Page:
Back­yard pig rais­ing can be a prof­itable ven­ture

Agriculture - - Contents -

BACK­YARD PIG RAIS­ING could be a prof­itable ven­ture and a source of ad­di­tional in­come for farm­ers.Aside from pro­vid­ing a source of ad­di­tional in­come, back­yard pig rais­ing only requires an af­ford­able amount of cap­i­tal and can pro­vide a de­cent profit in a short span of time.

Pig rais­ing is a prof­itable home ven­ture if you have a back­yard to spare in your home or in your farm.Pigs can be used for many dif­fer­ent pur­poses—meat from the hog can be sold lo­cally or on the mar­ket; pork meat can be pro­cessed into var­i­ous prepa­ra­tions; or the an­i­mals can be sold live to those who are into the busi­ness of sell­ing “le­chon” or roasted pig.

In an effort to pro­vide op­por­tu­ni­ties for those who want to ven­ture into back­yard pig rais­ing, an ur­ban farm school has tapped its avail­able re­sources to cre­ate a pro­gram that pro­motes pig farm­ing.

In part­ner­ship with the Agri­cul­tural Train­ing In­sti­tute (ATI) of the Re­gion 4A of­fice of the Depart­ment of Agri­cul­ture, the Vil­lar So­cial In­sti­tute for Poverty Al­le­vi­a­tion and Gov­er­nance (SIPAG) con­ducted a train­ing pro­gram on sus­tain­able pig farm­ing.

Ini­tially, about 50 ur­ban farm­ers com­ing from the cities of Parañaque, Las Piñas, and Muntinlupa, and from the prov­inces of Cavite, La­guna, and Rizal, were trained on how to or­gan­i­cally raise pigs from piglets to ma­tu­rity, said Sen­a­tor Cyn­thia Vil­lar, who is the direc­tor of Vil­lar SIPAG.“It has been proven that live­stock rais­ing pro­vides farm­ers a year-round source of in­come that sup­ple­ments their in­come from farm har­vest. We part­nered with ex­perts so that our farm­ers will be trained on pig farm­ing.”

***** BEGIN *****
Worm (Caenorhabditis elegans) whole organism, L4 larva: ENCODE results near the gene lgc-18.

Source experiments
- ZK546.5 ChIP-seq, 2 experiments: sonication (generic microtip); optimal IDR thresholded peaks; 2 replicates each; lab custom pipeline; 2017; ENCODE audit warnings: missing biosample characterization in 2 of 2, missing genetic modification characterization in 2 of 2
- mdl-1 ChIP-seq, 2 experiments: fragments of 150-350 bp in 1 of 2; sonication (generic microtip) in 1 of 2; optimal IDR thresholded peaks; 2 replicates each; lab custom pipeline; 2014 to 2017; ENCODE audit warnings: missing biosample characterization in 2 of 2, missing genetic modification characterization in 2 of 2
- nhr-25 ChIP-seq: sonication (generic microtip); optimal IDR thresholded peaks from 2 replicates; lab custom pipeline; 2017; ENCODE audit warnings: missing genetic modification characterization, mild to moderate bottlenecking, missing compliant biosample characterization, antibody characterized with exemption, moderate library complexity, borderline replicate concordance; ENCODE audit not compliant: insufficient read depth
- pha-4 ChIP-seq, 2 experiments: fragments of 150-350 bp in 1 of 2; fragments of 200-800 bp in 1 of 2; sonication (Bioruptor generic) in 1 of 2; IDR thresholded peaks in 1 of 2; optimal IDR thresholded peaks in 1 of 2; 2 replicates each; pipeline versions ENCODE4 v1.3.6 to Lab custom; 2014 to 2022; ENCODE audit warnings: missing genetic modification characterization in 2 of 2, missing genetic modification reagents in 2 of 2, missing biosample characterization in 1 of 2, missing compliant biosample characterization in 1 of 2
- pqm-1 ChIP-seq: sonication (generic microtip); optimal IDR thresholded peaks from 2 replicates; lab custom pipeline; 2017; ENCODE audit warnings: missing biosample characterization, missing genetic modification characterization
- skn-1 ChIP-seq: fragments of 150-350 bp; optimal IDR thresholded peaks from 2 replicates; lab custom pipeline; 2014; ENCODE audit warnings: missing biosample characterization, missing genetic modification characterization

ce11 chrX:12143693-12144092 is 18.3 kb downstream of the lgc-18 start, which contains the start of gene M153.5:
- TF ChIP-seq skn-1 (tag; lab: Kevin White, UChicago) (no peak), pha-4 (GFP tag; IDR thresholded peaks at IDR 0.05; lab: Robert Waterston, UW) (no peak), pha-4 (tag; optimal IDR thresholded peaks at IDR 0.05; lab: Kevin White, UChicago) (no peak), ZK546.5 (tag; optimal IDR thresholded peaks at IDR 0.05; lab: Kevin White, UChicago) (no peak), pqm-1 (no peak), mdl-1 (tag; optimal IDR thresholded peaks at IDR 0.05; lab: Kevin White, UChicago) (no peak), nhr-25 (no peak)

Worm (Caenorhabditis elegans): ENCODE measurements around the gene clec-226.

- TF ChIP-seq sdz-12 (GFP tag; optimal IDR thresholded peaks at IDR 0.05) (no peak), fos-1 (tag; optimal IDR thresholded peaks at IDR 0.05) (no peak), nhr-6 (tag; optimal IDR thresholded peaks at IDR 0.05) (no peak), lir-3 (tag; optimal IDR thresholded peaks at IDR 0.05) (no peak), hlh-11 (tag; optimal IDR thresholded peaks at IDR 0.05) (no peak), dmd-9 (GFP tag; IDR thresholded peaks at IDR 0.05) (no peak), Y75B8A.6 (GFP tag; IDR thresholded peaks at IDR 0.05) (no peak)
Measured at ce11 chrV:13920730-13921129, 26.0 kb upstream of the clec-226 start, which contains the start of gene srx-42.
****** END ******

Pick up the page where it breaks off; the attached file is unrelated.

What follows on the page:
Vil­lar noted that more than 65 per­cent of hog rais­ers are back­yard hog farm­ers, and that many farm­ers go into hog rais­ing or pig farm­ing be­cause it only requires a small amount of cap­i­tal.

The train­ing ses­sions were held ev­ery Tues­day for a pe­riod of 20 weeks at the seven-hectare Vil­lar SIPAG Ur­ban Farm School, which is lo­cated at the bound­ary of Las Piñas and Ba­coor City. In the pro­gram, par­tic­i­pants were also given-hands-on train­ing re­gard­ing the sus­tain­able way of pre­par­ing or­ganic feeds for pigs.

Since it started in Septem­ber 2015, the Vil­lar SIPAG Ur­ban Farm School has al­ready con­ducted dif­fer­ent train­ing ses­sions re­gard­ing the var­i­ous as­pects per­tain­ing to agri­cul­ture for farm­ers com­ing from Metro Manila and nearby prov­inces. The top­ics in­cluded-vegetable pro­duc­tion, mush­room pro­duc­tion, live­stock and poul­try pro­duc­tion, sweet corn pro­duc­tion, orchid cul­ti­va­tion, bam­boo prop­a­ga­tion, cut-flower pro­duc­tion, and bee­keep­ing.

Only last July, the Vil­lar SIPAG opened an­other ur­ban farm school in San Jose del Monte City, Bu­la­can to cater to the train­ing needs of farm­ers from the dif­fer­ent prov­inces of Cen­tral Lu­zon.

Sen­a­tor Cyn­thia Vil­lar says it is proven that live­stock rais­ing can pro­vide a year-round source of in­come which could sup­ple­ment the in­come of farm­ers. At the Vil­lar SIPAG Ur­ban Farm School, par­tic­i­pants were trained on how to or­gan­i­cally raise pigs from piglet to ma­tu­rity.

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